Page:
To say this has been a frustrating season for the N.C. Central football team might not be fair.
A lot of teams would love to win seven games and finish above .500 in conference play. But it wasn’t the season the Eagles expected. Picked to finish first in the MEAC back in August, N.C. Central dropped to 7-4 overall and 5-3 in conference play after falling 24-10 on Saturday to rival N.C. A&T.
Under Jerry Mack, who won three consecutive league titles, a streak that came to an end this season, the expectations are a lot higher. N.C. A&T ended N.C. Central’s season on Saturday, a season the Eagles knew wouldn’t end with a title last week when they were defeated by Bethune-Cookman on a last-second Hail Mary pass.
Playing for pride only, the Aggies made the plays when they counted, while the Eagles ended their season with back-to-back conference losses for the first time under Mack.
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“We just didn’t play well enough,” Mack said. “I thought our guys came out and were focused. We started out the first half playing pretty decent. The second half was kind of a debacle. We were able to pop one touchdown in the second half, but it wasn’t enough.”
The Aggies (11-0, 8-0) led 7-3 at the break but scored on their first two drives to start the third quarter to take a 21-3 lead. Mack said his team never recovered. A&T only needed 13 plays between the two drives to change the trajectory of the game. N.C. Central, which exploded for 42 points during a homecoming win over Delaware State on Oct. 28, couldn’t move the ball against the Aggies, something that has hurt the Eagles the last three games. Since that win last month the Eagles have recorded only one offensive touchdown in three consecutive games, averaging just 11 points per game.
“Playing with nine new starters on offense (this season) didn’t really help at all,” Mack said. “I thought Chauncey Caldwell (15-for-29 for 129 yards) got kind of thrust into the starting role, and I thought he did an admirable job, but we have to get better offensively. We have to do some things to recruit some different players that’s going to make us explosive. We have to do some things up front to continue to get better.”
The Eagles’ offense showed the Aggies, who has the top defense in the MEAC, that it could move the ball against them on the opening drive. N.C. Central marched down the field, covering 65 yards on 11 plays. However, freshman kicker Aedan Johnson missed a field-goal attempt from 27 yards out. Mack said that didn’t change the mindset, but the missed opportunity to score has been a theme all season. Several times in 2017, the team would show flashes on offense, but come up empty when it needed points. N.C. Central was 1-for-2 in the red zone against the Aggies. On the flip side, A&T went a perfect 4-for-4 from inside the 20.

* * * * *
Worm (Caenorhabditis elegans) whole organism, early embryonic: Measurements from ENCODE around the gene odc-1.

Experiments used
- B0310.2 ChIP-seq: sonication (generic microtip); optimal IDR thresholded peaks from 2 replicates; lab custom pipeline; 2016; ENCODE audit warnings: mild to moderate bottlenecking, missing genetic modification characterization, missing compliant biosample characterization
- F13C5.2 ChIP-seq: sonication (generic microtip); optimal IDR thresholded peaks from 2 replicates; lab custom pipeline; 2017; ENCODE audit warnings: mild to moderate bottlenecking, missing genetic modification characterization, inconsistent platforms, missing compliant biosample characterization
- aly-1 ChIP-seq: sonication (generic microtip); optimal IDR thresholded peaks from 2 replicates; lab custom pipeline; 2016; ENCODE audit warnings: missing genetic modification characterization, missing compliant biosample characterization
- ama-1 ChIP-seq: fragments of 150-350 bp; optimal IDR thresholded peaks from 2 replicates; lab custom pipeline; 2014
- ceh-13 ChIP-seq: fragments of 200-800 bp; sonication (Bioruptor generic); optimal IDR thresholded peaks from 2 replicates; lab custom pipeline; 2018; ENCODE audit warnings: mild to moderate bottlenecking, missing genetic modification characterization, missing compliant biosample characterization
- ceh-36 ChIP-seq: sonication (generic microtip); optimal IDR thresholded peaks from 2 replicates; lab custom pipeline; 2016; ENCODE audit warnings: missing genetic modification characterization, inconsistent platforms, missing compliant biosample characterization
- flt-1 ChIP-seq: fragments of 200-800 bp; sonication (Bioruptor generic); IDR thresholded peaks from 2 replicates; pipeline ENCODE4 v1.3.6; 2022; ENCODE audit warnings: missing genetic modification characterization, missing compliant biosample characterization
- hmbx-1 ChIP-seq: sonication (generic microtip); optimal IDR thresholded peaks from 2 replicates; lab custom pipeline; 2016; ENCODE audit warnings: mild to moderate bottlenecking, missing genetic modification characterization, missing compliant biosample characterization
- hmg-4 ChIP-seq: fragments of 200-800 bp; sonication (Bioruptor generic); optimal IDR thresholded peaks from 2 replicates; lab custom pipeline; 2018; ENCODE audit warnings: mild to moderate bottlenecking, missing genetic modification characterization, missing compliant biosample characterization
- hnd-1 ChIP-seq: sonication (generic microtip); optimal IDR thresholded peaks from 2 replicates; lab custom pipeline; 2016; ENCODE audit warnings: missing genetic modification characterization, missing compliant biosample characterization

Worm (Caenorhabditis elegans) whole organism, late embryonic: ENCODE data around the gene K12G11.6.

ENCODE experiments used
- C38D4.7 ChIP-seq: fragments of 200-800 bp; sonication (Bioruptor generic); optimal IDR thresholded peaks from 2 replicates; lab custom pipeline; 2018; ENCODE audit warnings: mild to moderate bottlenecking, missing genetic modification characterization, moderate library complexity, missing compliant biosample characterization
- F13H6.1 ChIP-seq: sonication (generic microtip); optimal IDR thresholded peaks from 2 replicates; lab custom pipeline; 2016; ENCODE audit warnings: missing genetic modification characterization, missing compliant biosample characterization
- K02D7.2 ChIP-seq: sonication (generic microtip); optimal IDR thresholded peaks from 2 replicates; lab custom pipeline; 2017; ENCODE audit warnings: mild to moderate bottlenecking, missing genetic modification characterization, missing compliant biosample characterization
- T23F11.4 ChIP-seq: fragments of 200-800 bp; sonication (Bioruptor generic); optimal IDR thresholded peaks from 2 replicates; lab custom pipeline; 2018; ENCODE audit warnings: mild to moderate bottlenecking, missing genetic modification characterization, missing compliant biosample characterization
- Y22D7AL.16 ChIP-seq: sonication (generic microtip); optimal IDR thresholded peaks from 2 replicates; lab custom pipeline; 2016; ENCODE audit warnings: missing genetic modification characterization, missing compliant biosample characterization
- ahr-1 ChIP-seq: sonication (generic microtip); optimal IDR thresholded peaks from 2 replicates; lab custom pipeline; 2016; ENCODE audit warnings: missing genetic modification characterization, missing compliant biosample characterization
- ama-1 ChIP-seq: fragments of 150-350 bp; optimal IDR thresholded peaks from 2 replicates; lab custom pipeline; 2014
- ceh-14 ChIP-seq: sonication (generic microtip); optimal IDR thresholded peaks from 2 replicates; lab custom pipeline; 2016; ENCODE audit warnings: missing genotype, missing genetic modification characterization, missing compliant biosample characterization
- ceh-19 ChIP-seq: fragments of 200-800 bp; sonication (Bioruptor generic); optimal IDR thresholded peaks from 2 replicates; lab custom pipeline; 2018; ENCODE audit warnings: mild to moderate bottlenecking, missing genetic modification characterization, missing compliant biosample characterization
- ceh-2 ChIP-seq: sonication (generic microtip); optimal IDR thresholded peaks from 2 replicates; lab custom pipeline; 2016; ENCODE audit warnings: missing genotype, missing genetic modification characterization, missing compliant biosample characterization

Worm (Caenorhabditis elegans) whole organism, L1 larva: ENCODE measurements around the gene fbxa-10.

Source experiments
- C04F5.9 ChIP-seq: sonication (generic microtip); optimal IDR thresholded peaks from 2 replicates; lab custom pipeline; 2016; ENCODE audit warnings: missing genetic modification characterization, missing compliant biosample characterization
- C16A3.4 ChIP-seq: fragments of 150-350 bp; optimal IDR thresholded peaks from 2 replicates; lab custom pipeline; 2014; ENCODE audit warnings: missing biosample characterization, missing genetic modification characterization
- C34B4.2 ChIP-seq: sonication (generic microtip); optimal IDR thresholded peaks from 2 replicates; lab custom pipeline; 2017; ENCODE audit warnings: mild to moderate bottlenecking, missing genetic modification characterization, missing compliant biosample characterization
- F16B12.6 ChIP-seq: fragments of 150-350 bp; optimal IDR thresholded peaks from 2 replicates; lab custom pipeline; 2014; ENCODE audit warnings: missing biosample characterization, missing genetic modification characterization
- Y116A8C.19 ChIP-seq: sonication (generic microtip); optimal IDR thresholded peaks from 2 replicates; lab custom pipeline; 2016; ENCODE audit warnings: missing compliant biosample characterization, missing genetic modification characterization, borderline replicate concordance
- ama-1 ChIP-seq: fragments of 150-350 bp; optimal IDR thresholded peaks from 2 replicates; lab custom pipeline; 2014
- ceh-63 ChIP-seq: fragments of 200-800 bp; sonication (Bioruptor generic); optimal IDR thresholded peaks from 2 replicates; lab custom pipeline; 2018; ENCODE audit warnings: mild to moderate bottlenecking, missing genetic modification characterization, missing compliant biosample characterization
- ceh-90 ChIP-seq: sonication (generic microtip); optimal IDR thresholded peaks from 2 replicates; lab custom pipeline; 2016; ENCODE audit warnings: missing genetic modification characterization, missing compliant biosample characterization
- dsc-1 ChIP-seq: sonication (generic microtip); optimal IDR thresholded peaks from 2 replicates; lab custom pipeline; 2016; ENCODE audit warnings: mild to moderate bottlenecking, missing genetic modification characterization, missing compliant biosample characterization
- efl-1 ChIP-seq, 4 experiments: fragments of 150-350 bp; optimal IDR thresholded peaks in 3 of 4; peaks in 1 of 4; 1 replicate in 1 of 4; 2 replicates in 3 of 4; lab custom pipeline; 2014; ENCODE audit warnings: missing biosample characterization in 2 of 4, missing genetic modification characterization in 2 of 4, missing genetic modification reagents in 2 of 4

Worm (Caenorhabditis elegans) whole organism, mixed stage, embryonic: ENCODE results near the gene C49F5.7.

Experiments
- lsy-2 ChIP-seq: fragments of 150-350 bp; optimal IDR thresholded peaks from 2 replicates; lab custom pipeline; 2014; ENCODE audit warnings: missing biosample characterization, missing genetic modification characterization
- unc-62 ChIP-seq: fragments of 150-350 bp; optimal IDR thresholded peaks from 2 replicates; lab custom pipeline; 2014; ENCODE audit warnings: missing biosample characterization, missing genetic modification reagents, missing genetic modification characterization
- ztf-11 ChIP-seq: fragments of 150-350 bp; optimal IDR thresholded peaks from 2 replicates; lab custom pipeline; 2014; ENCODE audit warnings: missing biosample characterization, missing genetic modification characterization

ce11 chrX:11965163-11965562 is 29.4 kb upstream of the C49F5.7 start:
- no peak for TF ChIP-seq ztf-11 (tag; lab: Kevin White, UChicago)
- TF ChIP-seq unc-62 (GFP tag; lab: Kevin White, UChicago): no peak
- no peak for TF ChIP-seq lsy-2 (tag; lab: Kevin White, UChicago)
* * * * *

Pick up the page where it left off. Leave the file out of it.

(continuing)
The Eagles only averaged 3.6 yards per play. A&T was slightly better, averaging 5.9 per snap, but hit a couple of home runs, the kind of plays that N.C. Central couldn’t make, in the second half. The biggest one came on third-and-5, when Aggies quarterback Lamar Raynard hit Elijah Bell for a 38-yard gain, as Bell made a nice one-handed grab on the sideline. That catch led to a field goal from A&T for the final margin of victory.
Plays like that seemed to be right out of the grasp of the Eagles. When Caldwell dropped back and tossed the ball down field to a wide-open Xavier McKoy, the ball sailed on Caldwell and over the outstretched arms of McKoy. If Caldwell hits McKoy in stride, it’s a seven-point game with plenty of time remaining on the clock. But like so many times this season, the Eagles could only come close to making a big play.
“They made more plays than us when it came down to it,” Mack said. “We were in position, we gave up very little explosive plays, but those guys, there’s a reason they are champs, they came to play.”
Offensively, the Eagles should return nine starters next year and four on defense. Mack hated this one for his seniors, who have meant so much to the program the last few seasons. They set a new standard for N.C. Central football.
“We set a culture and a standard around here the last few years,” Mack said. “We have to do better. We can get fixed, things are not unfixable. We have a good core coming back, and we are going to add to that core, and I think we are going to be in the mix next year.”